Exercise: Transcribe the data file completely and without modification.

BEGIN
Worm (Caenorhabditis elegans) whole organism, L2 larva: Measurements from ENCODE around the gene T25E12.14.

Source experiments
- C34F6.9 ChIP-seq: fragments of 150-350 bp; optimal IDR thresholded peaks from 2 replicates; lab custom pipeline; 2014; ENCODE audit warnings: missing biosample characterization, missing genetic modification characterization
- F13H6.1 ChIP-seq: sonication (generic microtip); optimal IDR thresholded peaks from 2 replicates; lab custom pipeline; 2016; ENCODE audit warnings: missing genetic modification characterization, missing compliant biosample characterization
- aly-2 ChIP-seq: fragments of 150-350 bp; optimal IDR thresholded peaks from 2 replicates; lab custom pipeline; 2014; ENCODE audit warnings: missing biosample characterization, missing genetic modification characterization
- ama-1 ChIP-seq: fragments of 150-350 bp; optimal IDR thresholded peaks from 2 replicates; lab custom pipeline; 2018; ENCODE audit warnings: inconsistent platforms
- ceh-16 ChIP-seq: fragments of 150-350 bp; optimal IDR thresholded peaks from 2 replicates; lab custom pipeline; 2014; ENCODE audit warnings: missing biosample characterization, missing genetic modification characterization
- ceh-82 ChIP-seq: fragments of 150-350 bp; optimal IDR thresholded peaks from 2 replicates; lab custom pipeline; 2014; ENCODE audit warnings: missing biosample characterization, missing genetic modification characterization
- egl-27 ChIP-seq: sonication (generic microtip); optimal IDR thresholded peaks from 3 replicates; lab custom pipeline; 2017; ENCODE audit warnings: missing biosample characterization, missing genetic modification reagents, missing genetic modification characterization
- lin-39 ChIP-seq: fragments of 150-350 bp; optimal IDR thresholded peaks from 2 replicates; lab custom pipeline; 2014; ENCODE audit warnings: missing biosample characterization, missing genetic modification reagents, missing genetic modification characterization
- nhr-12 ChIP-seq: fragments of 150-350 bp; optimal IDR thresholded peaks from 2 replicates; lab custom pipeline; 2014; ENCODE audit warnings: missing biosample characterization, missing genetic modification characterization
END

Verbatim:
Worm (Caenorhabditis elegans) whole organism, L2 larva: Measurements from ENCODE around the gene T25E12.14.

Source experiments
- C34F6.9 ChIP-seq: fragments of 150-350 bp; optimal IDR thresholded peaks from 2 replicates; lab custom pipeline; 2014; ENCODE audit warnings: missing biosample characterization, missing genetic modification characterization
- F13H6.1 ChIP-seq: sonication (generic microtip); optimal IDR thresholded peaks from 2 replicates; lab custom pipeline; 2016; ENCODE audit warnings: missing genetic modification characterization, missing compliant biosample characterization
- aly-2 ChIP-seq: fragments of 150-350 bp; optimal IDR thresholded peaks from 2 replicates; lab custom pipeline; 2014; ENCODE audit warnings: missing biosample characterization, missing genetic modification characterization
- ama-1 ChIP-seq: fragments of 150-350 bp; optimal IDR thresholded peaks from 2 replicates; lab custom pipeline; 2018; ENCODE audit warnings: inconsistent platforms
- ceh-16 ChIP-seq: fragments of 150-350 bp; optimal IDR thresholded peaks from 2 replicates; lab custom pipeline; 2014; ENCODE audit warnings: missing biosample characterization, missing genetic modification characterization
- ceh-82 ChIP-seq: fragments of 150-350 bp; optimal IDR thresholded peaks from 2 replicates; lab custom pipeline; 2014; ENCODE audit warnings: missing biosample characterization, missing genetic modification characterization
- egl-27 ChIP-seq: sonication (generic microtip); optimal IDR thresholded peaks from 3 replicates; lab custom pipeline; 2017; ENCODE audit warnings: missing biosample characterization, missing genetic modification reagents, missing genetic modification characterization
- lin-39 ChIP-seq: fragments of 150-350 bp; optimal IDR thresholded peaks from 2 replicates; lab custom pipeline; 2014; ENCODE audit warnings: missing biosample characterization, missing genetic modification reagents, missing genetic modification characterization
- nhr-12 ChIP-seq: fragments of 150-350 bp; optimal IDR thresholded peaks from 2 replicates; lab custom pipeline; 2014; ENCODE audit warnings: missing biosample characterization, missing genetic modification characterization